Dining Out in Guangzhou
There would be a few visitors to China unfamiliar with food cooked Cantonese-style, simply because the large proportion of Chinese restaurants established around the world serve food that is Cantonese, or strongly influenced by his school of cooking. Visitors thus have the chance to eat at the home of Cantonese cuisine-Guangzhou–and compare indigenous Cantonese cooking with that they know at home.
You with note that we used the words “Canton” and “Cantonese” in this section. There have been adopted because they have become internationally accepted in relation to Chinese cuisine. And the word “Canton,” despite its association in the Chinese mind with foreign exploitation and national humiliation, can be freely used in China. although when speaking of subjects other than cooking it is probably more polite to use the name “Guangzhou “. During your visit to China you will also be in a position to compare the food prepared in the two great gastronomic centers of file nation: Guangzhou and Beijing.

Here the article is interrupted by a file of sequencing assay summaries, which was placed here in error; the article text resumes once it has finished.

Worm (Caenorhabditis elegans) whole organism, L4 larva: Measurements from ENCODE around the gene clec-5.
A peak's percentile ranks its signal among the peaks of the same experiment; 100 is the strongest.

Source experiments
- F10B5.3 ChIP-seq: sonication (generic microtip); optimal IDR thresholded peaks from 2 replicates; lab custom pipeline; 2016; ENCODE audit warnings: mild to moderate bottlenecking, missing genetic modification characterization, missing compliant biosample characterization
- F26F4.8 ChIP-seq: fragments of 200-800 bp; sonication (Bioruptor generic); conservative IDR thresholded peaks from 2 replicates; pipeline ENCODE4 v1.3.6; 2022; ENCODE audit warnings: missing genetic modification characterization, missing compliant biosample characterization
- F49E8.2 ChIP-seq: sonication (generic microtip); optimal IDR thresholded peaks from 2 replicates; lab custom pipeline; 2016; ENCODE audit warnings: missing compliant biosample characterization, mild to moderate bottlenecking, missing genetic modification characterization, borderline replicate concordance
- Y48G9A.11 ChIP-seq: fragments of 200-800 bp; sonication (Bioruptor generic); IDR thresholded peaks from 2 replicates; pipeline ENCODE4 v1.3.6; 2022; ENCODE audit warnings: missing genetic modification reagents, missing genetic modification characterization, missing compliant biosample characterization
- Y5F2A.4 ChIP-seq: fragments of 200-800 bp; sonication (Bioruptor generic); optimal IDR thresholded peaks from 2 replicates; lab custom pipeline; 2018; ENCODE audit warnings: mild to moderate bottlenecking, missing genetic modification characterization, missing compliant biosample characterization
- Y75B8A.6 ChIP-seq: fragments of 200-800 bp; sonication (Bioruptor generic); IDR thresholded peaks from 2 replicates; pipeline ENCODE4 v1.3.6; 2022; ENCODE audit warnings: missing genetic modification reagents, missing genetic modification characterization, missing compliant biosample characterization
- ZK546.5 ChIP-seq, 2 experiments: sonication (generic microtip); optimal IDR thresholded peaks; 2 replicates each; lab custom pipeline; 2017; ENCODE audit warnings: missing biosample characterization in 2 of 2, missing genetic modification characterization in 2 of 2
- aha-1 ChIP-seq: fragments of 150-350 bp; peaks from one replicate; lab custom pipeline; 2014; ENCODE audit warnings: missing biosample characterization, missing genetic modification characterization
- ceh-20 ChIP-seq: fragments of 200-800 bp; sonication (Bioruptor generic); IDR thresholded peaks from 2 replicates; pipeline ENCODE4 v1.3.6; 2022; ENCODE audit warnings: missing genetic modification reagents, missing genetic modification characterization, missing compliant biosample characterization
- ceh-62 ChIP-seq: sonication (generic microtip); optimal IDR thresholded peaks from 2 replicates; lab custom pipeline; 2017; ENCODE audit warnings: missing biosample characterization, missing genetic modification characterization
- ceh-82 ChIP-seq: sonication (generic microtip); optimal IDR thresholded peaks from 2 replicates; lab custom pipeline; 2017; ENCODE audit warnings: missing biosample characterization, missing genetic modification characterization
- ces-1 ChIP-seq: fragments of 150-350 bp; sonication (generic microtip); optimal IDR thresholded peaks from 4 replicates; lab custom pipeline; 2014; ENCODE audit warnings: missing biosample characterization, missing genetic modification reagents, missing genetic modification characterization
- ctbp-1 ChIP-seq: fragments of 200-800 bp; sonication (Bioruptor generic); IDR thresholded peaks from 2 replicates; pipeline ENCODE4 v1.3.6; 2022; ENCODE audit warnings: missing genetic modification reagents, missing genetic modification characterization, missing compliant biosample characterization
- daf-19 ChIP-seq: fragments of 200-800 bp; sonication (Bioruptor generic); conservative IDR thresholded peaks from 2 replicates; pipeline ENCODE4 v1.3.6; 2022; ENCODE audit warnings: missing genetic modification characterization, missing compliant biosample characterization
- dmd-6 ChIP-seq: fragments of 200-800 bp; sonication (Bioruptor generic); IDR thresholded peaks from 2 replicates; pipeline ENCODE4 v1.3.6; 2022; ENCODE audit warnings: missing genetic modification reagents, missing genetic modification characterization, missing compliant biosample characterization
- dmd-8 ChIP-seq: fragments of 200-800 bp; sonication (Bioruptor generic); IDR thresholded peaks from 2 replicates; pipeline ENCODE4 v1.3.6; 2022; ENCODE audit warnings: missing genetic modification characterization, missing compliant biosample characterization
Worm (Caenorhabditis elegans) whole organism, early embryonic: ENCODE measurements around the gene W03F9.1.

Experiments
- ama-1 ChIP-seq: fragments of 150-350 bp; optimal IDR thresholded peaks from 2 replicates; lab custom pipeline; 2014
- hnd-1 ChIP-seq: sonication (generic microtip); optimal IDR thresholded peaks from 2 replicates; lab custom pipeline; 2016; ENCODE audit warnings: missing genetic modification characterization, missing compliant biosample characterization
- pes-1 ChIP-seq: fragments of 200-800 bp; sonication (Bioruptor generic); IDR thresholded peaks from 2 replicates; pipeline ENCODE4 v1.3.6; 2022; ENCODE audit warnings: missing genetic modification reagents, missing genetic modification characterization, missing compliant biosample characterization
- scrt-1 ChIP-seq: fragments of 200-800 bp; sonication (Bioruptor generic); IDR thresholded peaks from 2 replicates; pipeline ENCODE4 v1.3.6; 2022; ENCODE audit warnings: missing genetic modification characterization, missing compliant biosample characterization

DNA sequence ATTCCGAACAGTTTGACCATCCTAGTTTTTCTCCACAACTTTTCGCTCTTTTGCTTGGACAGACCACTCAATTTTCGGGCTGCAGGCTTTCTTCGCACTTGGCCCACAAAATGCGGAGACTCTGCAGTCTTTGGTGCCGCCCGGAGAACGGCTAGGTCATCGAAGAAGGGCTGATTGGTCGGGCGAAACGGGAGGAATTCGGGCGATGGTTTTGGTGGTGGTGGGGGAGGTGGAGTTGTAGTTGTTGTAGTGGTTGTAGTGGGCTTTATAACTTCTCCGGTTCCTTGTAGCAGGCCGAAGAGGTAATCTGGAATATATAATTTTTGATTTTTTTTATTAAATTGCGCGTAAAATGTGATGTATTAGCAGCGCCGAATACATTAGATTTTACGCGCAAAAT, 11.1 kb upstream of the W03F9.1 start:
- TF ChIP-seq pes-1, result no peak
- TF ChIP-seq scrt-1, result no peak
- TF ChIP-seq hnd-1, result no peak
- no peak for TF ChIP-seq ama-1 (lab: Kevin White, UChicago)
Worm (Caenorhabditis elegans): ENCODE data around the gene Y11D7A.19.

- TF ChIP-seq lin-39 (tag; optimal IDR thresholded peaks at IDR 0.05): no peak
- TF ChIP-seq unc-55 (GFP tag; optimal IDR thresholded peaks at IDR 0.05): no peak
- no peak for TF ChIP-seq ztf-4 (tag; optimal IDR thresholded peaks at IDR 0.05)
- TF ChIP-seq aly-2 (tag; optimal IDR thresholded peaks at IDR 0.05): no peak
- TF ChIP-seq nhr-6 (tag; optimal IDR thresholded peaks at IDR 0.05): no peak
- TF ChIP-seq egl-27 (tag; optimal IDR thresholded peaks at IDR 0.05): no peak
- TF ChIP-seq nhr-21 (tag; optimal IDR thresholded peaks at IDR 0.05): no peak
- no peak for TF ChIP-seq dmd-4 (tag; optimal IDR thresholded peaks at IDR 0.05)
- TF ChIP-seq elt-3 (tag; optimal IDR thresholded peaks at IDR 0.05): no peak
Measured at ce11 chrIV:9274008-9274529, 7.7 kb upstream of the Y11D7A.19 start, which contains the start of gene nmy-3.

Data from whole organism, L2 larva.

Dining out in Guangzhou is altogether different from dining out in Beijing. For one thing, the style of cooking is different; For another, the setting and decor of some of the restaurants in Guangzhou are magnificent, in contrast to the austerity of Beijing’s restaurants.
The description of the dishes is more poetic in Guangzhou How could anyone be more subtle than a chef who describes a dish as “Dragon and Tiger” when he is referring to snake and civet cat? Or “Snake Crossing the Mountain Peaks” for a soup containing meat from the boa constrictor? Or “Fragrant Meat” when referring to dog?
Such dishes are exceptions, not in the mainstream of Cantonese cooking; but the poetry extends to dishes which will find favor with the Western visitor’s palate. For example, “A Hundred Flowers Floating on the Lake” is a consomme in which poached quail eggs, decorated to resemble flowers, float on the surface: “Jade Trees” are green vegetables. Another notable difference is the emphasis given to the appearance of the food. This is nowhere more noticeable than in the presentation of cold hors d’oeuvres, where the foodstuffs will be arranged to form a bird, butterfly, or flower. They will be distributed to provide not only an appropriate color but the right textural appearance as well. Stand up and take a good look at this when it is served. You will often feel it is too attractive to break up for serving.
Keep your eyes open when the other dishes are served. You will often notice the decorative touch that has been deftly applied; a fine example is the filigree carving on the top of the melon used as the bowl in presenting the famous winter-melon soup. There is a host of other examples.